This month, several experts in frame theory will be visiting my department, and so Matt Fickus and I decided to organize a workshop in the style of AIM. Considering the recent progress we’ve made on equiangular tight frames (ETFs) — namely, one, two, three, and four — we are hoping this workshop will spur further progress in this area. To kick off the month, I asked a few people to prepare hour-long chalk talks, and what follows are the extended abstracts:
1. Introduction to ETFs (Dustin G. Mixon)
Given a -dimensional Hilbert space space and a positive integer , we are interested in packing lines through the origin so that the interior angle between any two is as large as possible. It is convenient to represent each line by a unit vector that spans the line, and in doing so, the problem amounts to finding unit vectors that minimize coherence:
This minimization amounts to a nonconvex optimization problem. To construct provably optimal packings, one must prove a lower bound on for a given and spatial dimension , and then construct an ensemble which meets equality in that bound. To date, we know of three bounds that are sharp:
Continue reading SOFT 2016: Summer of Frame Theory
A couple of weeks ago, I attended a workshop hosted by Darrin Speegle on the HRT Conjecture. First posed twenty years ago by Chris Heil, Jay Ramanathan, and Pankaj Topiwala in this paper, the conjecture states that every finite collection of time-frequency shifts of any nonzero function in is linearly independent. In this post, I will discuss some of the key ideas behind some of the various attempts at chipping away at HRT, and I’ll describe what appear to be fundamental barriers to a complete solution. For more information, see these survey papers: one and two.
First, some notation: Denote the translation-by- and modulation-by- operators by
respectively. Then the formal conjecture statement is as follows:
The HRT Conjecture. For every and every finite , the collection is linearly independent.
What follows are some of the popular methods for tackling HRT:
Continue reading The HRT Conjecture
Last week, I attended this conference in Berlin, and much like the last CSA conference, it was very nice. This year, most of the talks followed one of three themes:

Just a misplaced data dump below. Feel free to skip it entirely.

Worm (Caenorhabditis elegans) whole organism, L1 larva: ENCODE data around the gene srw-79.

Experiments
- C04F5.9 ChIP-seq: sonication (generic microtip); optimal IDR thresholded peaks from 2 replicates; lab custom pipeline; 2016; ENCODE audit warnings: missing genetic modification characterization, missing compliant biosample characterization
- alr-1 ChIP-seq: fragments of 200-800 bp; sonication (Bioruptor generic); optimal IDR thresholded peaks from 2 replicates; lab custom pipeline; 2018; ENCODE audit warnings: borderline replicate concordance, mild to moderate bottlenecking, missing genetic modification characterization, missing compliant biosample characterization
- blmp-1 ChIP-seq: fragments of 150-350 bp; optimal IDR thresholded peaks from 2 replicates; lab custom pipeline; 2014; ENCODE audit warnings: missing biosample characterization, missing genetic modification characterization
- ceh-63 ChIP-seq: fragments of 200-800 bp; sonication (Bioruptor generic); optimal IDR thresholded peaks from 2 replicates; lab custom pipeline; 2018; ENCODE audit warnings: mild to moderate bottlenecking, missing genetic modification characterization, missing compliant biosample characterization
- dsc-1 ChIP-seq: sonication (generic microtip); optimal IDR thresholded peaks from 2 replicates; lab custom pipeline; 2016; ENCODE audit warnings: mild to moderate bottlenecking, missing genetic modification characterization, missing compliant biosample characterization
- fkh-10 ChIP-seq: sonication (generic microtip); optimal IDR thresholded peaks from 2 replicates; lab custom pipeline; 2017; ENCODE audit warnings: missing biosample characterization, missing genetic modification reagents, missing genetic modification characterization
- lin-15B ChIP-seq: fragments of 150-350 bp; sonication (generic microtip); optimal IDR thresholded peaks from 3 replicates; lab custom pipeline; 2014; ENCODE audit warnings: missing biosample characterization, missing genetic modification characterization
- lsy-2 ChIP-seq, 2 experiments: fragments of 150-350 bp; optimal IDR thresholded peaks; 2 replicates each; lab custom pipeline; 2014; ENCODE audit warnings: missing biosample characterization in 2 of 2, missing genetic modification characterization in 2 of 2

- Application-driven compressed sensing
- Quadratic or bilinear problems
- Clustering in graphs or Euclidean space
Examples of application-driven CS include theoretical results for radar-inspired sensing matrices and model-based CS for quantitative MRI. Readers of this blog are probably familiar with the prototypical quadratic problem (phase retrieval), and bilinear problems include blind deconvolution and self-calibration. Recently, I have blogged quite a bit about clustering in Euclidean space (specifically, k-means clustering), but I haven’t written much about clustering in graphs (other than its application to phase retrieval). For the remainder of this entry, I will discuss two of the talks from CSA2015 that covered different aspects of graph clustering.
Continue reading Compressed Sensing and its Applications 2015
Part of the experience of giving a talk at Oberwolfach is documentation. First, they ask you to handwrite the abstract of your talk into a notebook of sorts for safekeeping. Later, they ask you to tex up an extended abstract for further documentation. This time, I gave a longer version of my SPIE talk (here are the slides). Since I posted my extended abstract on my blog last time, I figured I’d do it again:
This talk describes recent work on three different problems of interest in mathematical data science, namely, compressive classification, -means clustering, and deep learning. (Based on three papers: one, two, three.)
First, compressive classification is a problem that comes on the heels of compressive sensing. In compressive sensing, one exploits the underlying structure of a signal class in order to exactly reconstruct any signal from the class given very few linear measurements of the signal. However, many applications do not require an exact reconstruction of the image, but rather a classification of that image (for example, is this a picture of a cat, or of a dog?). As such, it makes intuitive sense that the classification task might succeed given far fewer measurements than are necessary for compressive sensing.
Continue reading Recent advances in mathematical data science
Last week, I attended this workshop at Oberwolfach. The weather was great, and I was rather impressed by the quality of the talks. Throughout the workshop, I paid special attention to the various problems that different people are thinking about. In what follows, I briefly discuss several of these problems.
Continue reading Applied Harmonic Analysis and Sparse Approximation
A couple of weeks ago, I attended the “Sparse Representations, Numerical Linear Algebra, and Optimization Workshop.” It was my first time at Banff, and I was thoroughly impressed by the weather, the facility, and the workshop organization. A few of the talks were recorded and are available here. Check out this good-looking group of participants:
I wanted to briefly outline some of the problems that were identified throughout the workshop.
Continue reading Sparse Representations, Numerical Linear Algebra, and Optimization Workshop